SAN FRANCISCO (KGO) -- Anemia is a common condition that often can be overlooked. The symptoms may be vague: fatigue and lightheadedness or even looking extremely pale all caused by too few red blood cells in the body.
Consumer Reports says anemia can be dangerous if left untreated. ABC 7 News anchor, Ama Daetz, reports on how to find out if you have anemia, and what to do to about it.
Yackie Rodriguez says as a busy mom, she often ignores feeling fatigued. But she became very concerned about her health after a frightening moment while she was driving. "I felt really dizzy, lightheaded. I couldn't really see the road too well," she said.
Rodriguez went to the doctor, and a blood test showed she was anemic. That means she didn't have enough red blood cells, which are essential for carrying energy-boosting oxygen throughout the body.
"The most common cause of anemia is a low blood iron level due to loss of blood," said Dr. Marvin Lipman, Consumer Reports Medical Advisor. "Studies show that as many as one-in-seven pre-menopausal women have heavy or irregular periods and that can lead to anemia."
RELATED: 15 Signs You May Have an Iron Deficiency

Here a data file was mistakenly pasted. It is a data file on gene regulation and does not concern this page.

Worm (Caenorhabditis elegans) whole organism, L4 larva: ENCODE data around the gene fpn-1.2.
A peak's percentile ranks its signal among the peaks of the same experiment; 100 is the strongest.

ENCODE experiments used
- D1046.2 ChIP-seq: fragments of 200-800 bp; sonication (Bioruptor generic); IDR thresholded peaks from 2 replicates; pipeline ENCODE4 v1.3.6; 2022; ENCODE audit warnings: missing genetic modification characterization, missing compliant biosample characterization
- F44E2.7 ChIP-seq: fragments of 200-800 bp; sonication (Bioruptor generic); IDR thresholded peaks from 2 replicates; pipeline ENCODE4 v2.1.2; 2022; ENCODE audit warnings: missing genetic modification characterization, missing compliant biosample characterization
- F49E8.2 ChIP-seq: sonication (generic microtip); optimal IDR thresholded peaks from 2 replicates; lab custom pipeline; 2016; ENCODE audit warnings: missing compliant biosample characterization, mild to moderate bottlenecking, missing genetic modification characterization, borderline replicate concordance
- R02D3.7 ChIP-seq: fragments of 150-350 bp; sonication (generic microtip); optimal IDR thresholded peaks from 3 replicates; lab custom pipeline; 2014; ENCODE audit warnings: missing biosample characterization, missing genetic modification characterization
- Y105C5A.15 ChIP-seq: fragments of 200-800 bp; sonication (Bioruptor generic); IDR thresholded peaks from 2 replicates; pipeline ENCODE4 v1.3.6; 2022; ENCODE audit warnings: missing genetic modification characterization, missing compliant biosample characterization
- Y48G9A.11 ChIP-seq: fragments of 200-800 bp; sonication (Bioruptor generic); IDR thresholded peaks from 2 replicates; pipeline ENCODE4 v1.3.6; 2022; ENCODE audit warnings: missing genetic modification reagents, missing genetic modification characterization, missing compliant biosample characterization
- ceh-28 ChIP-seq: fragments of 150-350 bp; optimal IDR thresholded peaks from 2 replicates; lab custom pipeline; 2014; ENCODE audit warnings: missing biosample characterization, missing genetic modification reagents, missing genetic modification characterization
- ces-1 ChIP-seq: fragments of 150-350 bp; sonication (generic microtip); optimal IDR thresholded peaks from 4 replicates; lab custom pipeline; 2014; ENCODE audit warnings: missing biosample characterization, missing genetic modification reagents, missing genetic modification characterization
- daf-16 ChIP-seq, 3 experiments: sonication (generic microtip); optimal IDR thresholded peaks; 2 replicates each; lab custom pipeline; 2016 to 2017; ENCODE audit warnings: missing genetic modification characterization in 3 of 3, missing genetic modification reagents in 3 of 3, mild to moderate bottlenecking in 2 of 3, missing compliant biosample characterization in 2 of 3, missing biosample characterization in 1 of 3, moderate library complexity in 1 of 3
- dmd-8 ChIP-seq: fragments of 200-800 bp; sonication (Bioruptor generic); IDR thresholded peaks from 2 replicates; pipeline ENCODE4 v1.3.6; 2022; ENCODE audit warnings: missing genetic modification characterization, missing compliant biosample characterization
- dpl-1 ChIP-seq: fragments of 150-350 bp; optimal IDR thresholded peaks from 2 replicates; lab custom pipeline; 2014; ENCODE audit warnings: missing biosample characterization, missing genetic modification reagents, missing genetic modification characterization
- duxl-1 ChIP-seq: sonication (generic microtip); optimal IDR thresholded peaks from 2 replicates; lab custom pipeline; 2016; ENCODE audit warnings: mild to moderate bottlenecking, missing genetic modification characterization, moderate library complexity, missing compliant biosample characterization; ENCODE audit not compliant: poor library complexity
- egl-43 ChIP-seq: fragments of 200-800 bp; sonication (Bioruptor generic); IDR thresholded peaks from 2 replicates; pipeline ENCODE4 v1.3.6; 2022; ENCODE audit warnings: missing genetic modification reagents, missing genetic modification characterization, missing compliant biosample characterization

Another cause of iron deficiency anemia can be gastrointestinal bleeding, which can be triggered by something as simple as taking too much aspirin or ibuprofen over time.
Anemia caused by internal bleeding can also alert your doctor to check for other underlying conditions like hemorrhoids or more serious ones like ulcers, polyps, and even cancer.
Treatment of the anemia will depend on how severe it is. "If the iron deficiency is very mild, iron rich foods can sometimes do the trick," said Dr. Lipman.
Spinach, kale, legumes like lentils and beans, as well as beef, chicken, and fish, can boost the iron in your blood. But sometimes stronger measures are needed.
Iron supplements taken orally can also be helpful but only if recommended by your doctor. If the anemia is severe, a blood transfusion may be necessary.
Consumer Reports says definitely do not take iron supplements on your own. There can be harmful side effects and iron can also interfere with other medications you may already be taking.
If your doctor prescribes an iron supplement, be sure to keep the bottle well out of reach of children.
All Consumer Reports material Copyright 2017 Consumer Reports, Inc. ALL RIGHTS RESERVED. Consumer Reports is a not-for-profit organization which accepts no advertising. It has no commercial relationship with any advertiser or sponsor on this site. For more information visit consumer.org.
Click here for a look at more stories by Michael Finney and 7 On Your Side.
Consumer Reports: Surprise causes of anemia
7 ON YOUR SIDE
More TOP STORIES News